Wayne Brandow (Pastor, Bible Baptist Church of Galway, New York)

The mosaic legislation is commonly called the “Old Covenant.” The answer is yes!

Throughout the Bible from the pre-Mosaic coverings of skins for Adam and Eve, to the Passover Lamb, to the Day of Atonement, to the Cross, grace has been the underlying theme. There is only one way a person can be saved in both the Old and New Testaments and that is by grace through faith.

It is proper to speak of the administration of the Covenant of Grace under the Old and New Covenants. The law of God present in the Old Covenant (Ten Commandments) it is not done away with in the New. The law shows us that we ought to love God and our neighbor. Endeavoring to do so we realize it is an impossibility apart from God’s grace, new heart (regeneration), and faith.


Nicholas Kennicott (Pastor, Ephesus Church of Rincon, Georgia)

I believe the Covenant of Grace is the New Covenant, thus the Old Covenant is not an administration of the Covenant of Grace. The New Covenant was promised in Genesis 3:15, however its fulfillment is based upon the finished work of Christ. Nevertheless, the promised covenant was from God, thus guaranteeing its fulfillment as a gracious covenant. All of the other covenants throughout the Old Testament are types and shadows pointing to the finished work of Christ and/or specific to Israel’s life in the land of Canaan, but are not in and of themselves the Covenant of Grace even though they may be said to have a gracious nature. All of the covenants in the Old Testament anticipate, look forward to, and reveal the coming work of Jesus the Messiah. They graciously anticipate what is coming, but are not identical with the Covenant of Grace.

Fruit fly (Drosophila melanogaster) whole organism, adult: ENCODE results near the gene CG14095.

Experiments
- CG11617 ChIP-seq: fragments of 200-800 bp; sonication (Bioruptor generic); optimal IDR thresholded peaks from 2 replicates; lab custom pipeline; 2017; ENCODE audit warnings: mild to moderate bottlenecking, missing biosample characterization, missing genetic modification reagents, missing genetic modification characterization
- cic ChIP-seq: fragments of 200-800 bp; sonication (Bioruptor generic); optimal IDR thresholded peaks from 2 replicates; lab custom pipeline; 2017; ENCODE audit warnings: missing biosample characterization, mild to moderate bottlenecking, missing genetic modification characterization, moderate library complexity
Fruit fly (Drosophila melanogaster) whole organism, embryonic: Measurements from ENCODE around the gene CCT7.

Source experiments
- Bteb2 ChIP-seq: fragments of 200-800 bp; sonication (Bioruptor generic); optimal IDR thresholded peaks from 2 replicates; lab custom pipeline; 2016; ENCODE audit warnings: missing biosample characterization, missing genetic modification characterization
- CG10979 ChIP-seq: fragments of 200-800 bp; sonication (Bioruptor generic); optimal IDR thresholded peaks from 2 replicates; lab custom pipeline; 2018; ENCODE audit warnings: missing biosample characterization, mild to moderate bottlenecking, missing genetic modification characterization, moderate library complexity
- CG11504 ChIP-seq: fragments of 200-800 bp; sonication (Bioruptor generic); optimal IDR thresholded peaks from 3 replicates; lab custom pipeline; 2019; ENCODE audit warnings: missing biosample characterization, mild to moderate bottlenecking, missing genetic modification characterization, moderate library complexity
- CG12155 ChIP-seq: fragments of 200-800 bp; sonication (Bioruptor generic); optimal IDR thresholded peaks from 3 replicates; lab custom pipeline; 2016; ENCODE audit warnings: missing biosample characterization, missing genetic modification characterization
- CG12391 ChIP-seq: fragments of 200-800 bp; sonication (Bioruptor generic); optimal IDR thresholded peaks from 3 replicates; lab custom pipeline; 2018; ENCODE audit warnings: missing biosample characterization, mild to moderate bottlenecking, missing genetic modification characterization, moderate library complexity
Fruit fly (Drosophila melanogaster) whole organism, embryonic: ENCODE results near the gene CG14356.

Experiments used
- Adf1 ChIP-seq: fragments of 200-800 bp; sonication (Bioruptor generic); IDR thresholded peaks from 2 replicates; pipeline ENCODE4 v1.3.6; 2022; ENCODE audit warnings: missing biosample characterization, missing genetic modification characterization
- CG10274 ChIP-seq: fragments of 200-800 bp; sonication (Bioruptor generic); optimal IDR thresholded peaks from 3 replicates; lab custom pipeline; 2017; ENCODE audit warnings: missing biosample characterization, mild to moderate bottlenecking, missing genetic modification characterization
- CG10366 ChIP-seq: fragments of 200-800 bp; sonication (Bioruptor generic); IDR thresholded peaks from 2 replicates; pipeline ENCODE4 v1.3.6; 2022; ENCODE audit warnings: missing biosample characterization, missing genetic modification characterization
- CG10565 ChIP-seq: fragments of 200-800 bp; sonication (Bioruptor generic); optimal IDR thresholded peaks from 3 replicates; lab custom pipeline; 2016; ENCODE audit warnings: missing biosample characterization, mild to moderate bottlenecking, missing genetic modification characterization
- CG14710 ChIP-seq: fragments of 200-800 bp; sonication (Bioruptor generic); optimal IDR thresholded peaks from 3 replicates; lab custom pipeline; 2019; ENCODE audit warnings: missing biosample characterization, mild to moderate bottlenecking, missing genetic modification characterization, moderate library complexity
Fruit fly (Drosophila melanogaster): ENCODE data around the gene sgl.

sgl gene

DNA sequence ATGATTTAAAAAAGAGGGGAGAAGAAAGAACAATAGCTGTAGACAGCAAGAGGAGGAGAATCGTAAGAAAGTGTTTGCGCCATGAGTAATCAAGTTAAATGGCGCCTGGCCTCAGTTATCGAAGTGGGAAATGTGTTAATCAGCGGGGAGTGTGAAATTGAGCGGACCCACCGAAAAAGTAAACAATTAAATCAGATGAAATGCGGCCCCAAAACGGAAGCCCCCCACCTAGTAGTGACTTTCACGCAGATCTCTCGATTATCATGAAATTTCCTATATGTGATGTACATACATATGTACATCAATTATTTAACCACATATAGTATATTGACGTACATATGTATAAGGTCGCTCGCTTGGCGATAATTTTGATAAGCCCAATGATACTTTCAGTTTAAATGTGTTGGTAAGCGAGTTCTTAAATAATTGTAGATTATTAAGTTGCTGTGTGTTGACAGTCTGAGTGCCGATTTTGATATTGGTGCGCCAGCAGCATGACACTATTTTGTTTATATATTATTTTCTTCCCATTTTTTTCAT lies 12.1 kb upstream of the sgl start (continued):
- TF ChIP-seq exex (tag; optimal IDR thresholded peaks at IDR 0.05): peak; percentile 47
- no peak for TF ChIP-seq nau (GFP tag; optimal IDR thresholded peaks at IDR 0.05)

Chris Marley (Pastor, Miller Valley Baptist Church of Miller Valley, Arizona)

As Mel Brooks once said, “…the theory of yes and no…” Mosaic Covenant is kind of a mixture of Covenant of Works and Covenant of Grace. It’s like a scale model that shrinks all the elements of Redemptive History down to an observable scale even before many of the elements had happened. So it’s covenant of grace, covenant of works, and neither all at the same time. The sacrifices, priesthood, tabernacle, furniture, etcetera are only functional as shadow conduits to the Covenant of Grace and ineffectual by themselves, a major theme of Hebrews. This question is actually simpler for Baptists, because we’re not trying to keep a circumcision/baptism connection. We can delineate how BC saints were saved through the Mosaic system, while under it, but not by it. They were saved by grace through faith, not the Mosaic/Old Covenant.

Douglas Van Dorn (Pastor, Reformed Baptist Church of Northern Colorado)

The problem with this question is that “Covenant of Grace” is a man-made theological construct rather than a biblical term. Therefore, we can’t do exegesis upon the phrase from the Bible. Thus, it probably isn’t possible to answer the question without first begging it.